In the most recent ruling, the U.S. Court of Appeals in Chicago looked at notes sold by a company in order to raise capital. The company said that given the fact that the paper matured in one year and carried a fixed interest rate, it really represented a commercial loan. But the judges ruled that since the notes were offered to the general public, they are in fact securities. (Hunssinger v. Rockford Business Credits, Oct. 4) Running the same deceptive ad in a number of publications can lead to a string of multiple fines. The Wisconsin Court of Appeals had to decide how many times a retail chain selling kitchen cabinets had violated the law if the state is ultimely successful in proving that the company used unfair price comparisons.

The state law under which the company was being prosecuted calls for a minimum $100 (and a maximum $10,000) fine for each violation, regardless of how many local papers carried the ad. But the higher court significantly broadened the merchant's liability: every edition of every newspaper used is a separate publication, and therefore a separate violation if the ad is unlawful, the judges ruled.

They tossed aside the store's argument that such a policy discriminates against those operating in smaller towns, since such stores have to use a number of papers to reach as many customers as would be covered by one big-city daily. (Wisconsin v. Menard, October 9) Shifting the bill for lawyer fees to the losing side in litigation is not as easy as it may have seemed. In the United States, each side is expected to pay its own legal expenses, with only a few exceptions to that American Rule.

One exception has long been when the losing side acted in "bad faith" -- a plaintiff who has harassed a defendant with a completely meritless law suit, for instance, may be told to reimburse the defendant the costs of fighting that action. In 1976, the U.S. Court of Appeals in St. Louis broadened that exception, saying that the kind of "bad faith" that can occur not just in the suit, but in the initial controversy that gave rise to the suit.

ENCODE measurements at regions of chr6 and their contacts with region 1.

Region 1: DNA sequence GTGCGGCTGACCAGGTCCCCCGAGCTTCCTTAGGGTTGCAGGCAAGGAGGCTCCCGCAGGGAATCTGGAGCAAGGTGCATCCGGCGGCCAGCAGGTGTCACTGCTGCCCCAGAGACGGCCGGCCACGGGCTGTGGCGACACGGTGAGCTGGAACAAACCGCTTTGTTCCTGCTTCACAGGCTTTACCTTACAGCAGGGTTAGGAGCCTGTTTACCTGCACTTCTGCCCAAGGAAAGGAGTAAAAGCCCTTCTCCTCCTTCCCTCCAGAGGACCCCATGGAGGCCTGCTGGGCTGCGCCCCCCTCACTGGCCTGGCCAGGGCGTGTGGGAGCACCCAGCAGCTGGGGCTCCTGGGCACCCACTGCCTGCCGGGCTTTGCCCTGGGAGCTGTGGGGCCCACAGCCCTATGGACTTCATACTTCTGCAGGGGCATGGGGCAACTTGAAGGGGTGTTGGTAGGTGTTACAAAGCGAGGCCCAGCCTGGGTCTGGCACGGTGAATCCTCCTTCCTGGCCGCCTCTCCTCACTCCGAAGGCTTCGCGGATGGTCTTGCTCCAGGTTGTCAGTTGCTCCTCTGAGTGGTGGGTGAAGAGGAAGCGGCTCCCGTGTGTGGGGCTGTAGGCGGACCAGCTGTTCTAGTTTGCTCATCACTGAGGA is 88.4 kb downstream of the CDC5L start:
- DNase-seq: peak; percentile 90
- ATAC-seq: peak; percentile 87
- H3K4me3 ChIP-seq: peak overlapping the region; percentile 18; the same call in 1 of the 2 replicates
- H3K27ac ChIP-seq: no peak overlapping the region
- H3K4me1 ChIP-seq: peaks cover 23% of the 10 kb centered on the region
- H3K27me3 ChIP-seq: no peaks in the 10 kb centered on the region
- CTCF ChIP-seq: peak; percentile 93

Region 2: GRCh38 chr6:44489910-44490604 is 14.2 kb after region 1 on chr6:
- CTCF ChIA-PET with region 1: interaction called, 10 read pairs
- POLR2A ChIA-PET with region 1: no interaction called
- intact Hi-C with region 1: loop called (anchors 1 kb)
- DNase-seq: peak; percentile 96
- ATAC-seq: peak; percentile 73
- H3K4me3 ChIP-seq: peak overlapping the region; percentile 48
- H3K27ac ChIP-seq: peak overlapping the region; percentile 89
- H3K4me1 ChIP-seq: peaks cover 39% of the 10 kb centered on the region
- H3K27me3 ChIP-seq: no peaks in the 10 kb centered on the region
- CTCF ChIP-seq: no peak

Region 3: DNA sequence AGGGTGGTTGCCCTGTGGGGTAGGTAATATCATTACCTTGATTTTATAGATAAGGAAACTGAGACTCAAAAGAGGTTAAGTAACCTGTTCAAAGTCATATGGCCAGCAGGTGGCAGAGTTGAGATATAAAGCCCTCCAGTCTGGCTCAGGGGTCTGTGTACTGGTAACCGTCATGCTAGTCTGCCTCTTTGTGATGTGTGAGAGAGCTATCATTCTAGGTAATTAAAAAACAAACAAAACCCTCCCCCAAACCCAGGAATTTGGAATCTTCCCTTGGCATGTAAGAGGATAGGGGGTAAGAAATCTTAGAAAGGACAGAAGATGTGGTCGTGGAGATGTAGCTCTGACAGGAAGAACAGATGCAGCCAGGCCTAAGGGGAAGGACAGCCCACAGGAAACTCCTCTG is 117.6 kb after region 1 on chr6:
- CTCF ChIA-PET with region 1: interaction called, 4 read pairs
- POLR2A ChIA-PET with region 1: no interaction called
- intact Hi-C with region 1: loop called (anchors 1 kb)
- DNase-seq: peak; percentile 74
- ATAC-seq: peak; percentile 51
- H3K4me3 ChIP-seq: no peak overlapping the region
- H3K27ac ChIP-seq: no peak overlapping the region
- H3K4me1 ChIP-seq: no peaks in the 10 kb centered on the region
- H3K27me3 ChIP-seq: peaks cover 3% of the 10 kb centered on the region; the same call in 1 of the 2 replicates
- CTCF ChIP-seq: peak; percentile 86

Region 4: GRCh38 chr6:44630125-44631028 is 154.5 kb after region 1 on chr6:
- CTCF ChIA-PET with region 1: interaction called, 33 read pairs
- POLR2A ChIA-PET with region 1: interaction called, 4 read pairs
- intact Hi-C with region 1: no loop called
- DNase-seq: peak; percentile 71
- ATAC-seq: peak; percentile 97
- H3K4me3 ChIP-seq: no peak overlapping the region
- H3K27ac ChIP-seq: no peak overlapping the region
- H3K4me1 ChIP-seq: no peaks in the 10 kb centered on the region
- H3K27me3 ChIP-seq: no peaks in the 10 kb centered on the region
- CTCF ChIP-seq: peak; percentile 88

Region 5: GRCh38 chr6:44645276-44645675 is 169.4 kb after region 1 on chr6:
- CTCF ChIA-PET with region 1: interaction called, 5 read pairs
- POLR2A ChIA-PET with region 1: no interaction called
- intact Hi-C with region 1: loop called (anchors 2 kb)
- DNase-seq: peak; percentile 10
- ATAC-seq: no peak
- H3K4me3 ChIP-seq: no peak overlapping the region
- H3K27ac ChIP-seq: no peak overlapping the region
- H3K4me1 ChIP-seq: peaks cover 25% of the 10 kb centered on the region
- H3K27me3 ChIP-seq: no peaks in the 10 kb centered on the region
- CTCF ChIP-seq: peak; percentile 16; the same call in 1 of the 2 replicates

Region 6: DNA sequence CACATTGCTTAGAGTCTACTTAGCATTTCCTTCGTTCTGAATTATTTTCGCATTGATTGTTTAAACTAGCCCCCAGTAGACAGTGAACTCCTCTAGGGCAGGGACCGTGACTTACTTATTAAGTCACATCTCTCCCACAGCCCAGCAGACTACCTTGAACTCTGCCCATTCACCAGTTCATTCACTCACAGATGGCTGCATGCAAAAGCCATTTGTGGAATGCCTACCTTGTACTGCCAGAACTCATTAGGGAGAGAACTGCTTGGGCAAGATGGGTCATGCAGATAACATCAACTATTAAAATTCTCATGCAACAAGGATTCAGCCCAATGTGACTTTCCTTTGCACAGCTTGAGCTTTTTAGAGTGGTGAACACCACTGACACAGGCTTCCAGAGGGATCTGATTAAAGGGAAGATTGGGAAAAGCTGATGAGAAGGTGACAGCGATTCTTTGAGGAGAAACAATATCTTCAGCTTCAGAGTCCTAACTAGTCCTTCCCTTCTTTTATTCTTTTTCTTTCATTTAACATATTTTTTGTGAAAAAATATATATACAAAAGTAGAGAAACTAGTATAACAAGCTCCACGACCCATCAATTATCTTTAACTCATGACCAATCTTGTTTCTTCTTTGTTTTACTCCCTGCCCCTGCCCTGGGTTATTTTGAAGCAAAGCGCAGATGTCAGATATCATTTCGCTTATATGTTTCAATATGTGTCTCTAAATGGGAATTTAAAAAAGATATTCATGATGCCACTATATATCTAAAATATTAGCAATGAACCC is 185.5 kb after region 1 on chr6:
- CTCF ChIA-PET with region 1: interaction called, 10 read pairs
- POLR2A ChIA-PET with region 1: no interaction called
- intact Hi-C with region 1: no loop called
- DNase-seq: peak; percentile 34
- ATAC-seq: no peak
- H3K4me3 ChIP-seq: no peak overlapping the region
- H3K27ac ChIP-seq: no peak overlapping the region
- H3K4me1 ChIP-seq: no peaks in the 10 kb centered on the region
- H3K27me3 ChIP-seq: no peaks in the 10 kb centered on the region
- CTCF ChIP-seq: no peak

A new ruling from the U.S. Court of Appeals in Cincinnati, however, makes clear that the St. Louis rule will not become universal. With the full appeals court panel considering the matter, the Cincinnati court refuses to follow the 1976 precedent. No matter how tainted an action is, those doing it have the right to defend it vigorously once the matter gets to court, without the fear that if they lose they will get stuck with someone's else's legal bills as well as their own, the decision says. (Shimman v. IUOE, Oct. 1) A sales agent cannot bring an antitrust suit based on harm done to the company it represents. The company that sold mattresses turned out by a San Diego manufacturer accused Sealy Inc. of using illegal tactics to limit the opportunities of the California firm.

But the U.S. Circuit Court of Appeals in San Francisco recently agreed with the trial court that the sales company had no legal grounds to bring the suit. Even though it would be hurt by any conspiracy aimed at the mattress manufacturer, the sales company it is not directly enough involved to wage litigation itself, the judges said. (Sealy v. Easy Living, Oct. 1)